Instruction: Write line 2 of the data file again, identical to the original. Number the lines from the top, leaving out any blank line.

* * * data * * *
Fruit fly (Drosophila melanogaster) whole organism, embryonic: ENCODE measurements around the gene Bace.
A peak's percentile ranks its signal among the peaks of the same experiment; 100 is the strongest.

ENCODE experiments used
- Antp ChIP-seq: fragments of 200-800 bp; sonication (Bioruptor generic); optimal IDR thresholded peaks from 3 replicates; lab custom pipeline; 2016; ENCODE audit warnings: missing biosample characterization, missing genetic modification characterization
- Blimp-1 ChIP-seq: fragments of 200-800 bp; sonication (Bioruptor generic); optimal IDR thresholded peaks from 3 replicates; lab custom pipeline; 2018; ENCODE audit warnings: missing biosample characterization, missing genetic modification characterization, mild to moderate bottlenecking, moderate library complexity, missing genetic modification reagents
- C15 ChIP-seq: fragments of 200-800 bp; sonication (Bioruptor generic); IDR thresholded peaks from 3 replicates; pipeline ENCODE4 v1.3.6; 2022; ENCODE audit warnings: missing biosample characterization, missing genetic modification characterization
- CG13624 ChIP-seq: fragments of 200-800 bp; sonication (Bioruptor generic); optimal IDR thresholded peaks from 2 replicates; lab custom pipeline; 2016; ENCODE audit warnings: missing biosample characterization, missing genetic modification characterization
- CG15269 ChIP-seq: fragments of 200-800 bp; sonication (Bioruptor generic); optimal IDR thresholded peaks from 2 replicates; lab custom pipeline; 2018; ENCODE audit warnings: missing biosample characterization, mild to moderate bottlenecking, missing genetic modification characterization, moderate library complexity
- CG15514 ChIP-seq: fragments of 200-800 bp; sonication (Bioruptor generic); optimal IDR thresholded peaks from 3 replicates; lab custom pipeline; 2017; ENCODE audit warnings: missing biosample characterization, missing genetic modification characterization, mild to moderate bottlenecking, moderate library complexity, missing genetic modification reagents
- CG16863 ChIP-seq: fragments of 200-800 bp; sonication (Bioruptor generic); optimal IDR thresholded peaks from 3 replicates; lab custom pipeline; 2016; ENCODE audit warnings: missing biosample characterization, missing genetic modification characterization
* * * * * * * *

A peak's percentile ranks its signal among the peaks of the same experiment; 100 is the strongest.